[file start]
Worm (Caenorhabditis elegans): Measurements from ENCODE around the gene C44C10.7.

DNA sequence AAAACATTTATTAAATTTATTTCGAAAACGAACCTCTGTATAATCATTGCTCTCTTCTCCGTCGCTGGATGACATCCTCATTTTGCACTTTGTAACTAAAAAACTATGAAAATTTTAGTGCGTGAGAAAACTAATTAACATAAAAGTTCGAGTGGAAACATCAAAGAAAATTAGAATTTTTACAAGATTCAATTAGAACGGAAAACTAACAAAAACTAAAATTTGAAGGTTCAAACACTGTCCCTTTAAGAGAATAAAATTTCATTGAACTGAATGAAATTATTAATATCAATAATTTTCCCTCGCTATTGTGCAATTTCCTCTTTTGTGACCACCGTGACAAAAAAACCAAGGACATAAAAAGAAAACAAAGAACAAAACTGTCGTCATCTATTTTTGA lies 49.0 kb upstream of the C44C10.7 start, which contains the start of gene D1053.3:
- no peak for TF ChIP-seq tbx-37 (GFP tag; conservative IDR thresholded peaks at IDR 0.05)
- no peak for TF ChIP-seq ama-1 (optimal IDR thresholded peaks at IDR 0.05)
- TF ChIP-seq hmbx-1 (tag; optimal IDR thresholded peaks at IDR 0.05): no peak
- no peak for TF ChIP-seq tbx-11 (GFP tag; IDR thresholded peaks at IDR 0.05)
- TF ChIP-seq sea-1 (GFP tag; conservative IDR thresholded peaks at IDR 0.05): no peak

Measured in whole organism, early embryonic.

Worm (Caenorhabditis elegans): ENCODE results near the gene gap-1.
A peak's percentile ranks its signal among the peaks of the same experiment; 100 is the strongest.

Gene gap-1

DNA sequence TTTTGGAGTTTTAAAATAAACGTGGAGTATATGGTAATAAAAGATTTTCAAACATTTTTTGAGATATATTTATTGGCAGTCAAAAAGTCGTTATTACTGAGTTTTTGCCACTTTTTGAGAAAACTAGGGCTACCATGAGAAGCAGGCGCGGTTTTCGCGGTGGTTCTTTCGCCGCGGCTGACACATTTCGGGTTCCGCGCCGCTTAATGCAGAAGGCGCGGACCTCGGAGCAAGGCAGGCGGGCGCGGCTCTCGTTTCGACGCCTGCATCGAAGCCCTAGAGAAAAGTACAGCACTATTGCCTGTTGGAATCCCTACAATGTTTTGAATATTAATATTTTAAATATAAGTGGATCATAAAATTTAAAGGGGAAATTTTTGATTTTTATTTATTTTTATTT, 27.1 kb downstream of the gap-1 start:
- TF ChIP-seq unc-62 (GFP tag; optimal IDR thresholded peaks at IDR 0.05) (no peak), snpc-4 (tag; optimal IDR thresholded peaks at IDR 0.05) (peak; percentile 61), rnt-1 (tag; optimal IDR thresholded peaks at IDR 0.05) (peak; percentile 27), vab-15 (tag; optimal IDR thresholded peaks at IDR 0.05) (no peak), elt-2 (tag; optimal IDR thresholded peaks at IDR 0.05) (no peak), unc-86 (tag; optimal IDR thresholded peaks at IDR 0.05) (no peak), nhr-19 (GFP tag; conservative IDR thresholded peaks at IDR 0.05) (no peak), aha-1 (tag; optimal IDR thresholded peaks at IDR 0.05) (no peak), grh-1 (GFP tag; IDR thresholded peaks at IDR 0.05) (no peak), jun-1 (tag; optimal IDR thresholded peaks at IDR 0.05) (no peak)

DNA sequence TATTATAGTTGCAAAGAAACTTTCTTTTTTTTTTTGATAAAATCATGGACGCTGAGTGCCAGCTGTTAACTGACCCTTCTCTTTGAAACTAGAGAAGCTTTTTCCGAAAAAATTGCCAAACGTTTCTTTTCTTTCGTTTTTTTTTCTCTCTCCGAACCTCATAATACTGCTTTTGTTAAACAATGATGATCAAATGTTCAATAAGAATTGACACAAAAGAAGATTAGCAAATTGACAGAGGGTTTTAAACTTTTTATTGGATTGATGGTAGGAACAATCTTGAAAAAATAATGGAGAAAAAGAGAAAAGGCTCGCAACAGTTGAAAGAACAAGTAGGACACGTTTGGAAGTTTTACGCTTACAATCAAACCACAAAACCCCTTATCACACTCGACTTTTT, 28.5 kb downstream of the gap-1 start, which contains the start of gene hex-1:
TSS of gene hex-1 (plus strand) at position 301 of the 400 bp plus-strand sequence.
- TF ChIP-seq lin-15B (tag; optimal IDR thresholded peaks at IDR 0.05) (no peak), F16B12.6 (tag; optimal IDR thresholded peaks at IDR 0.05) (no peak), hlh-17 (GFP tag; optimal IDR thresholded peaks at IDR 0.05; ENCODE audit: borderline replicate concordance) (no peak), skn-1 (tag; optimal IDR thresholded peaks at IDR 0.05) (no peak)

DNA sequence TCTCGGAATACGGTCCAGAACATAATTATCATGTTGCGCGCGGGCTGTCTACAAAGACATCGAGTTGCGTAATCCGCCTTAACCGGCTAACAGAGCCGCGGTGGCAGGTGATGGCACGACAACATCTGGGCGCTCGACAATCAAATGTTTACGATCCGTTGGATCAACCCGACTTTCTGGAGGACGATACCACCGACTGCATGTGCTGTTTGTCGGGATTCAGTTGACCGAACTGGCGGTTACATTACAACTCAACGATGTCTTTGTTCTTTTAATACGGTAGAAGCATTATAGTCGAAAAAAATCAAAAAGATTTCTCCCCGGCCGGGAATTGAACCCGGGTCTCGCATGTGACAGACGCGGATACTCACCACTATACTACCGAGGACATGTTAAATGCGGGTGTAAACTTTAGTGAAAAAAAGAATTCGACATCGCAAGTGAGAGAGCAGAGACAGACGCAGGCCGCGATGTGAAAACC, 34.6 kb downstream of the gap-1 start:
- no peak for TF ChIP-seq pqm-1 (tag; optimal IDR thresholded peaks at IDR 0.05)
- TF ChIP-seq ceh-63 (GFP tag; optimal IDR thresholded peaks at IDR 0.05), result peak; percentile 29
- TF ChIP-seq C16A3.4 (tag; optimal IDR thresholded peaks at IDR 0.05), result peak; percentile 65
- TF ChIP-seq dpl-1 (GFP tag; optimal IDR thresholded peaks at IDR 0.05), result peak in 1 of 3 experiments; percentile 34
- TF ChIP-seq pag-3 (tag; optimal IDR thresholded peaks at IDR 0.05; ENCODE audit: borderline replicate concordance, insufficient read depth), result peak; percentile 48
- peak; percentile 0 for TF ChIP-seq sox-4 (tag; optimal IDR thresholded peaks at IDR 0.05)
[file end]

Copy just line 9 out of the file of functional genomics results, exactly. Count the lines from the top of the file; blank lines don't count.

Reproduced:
Worm (Caenorhabditis elegans): ENCODE results near the gene gap-1.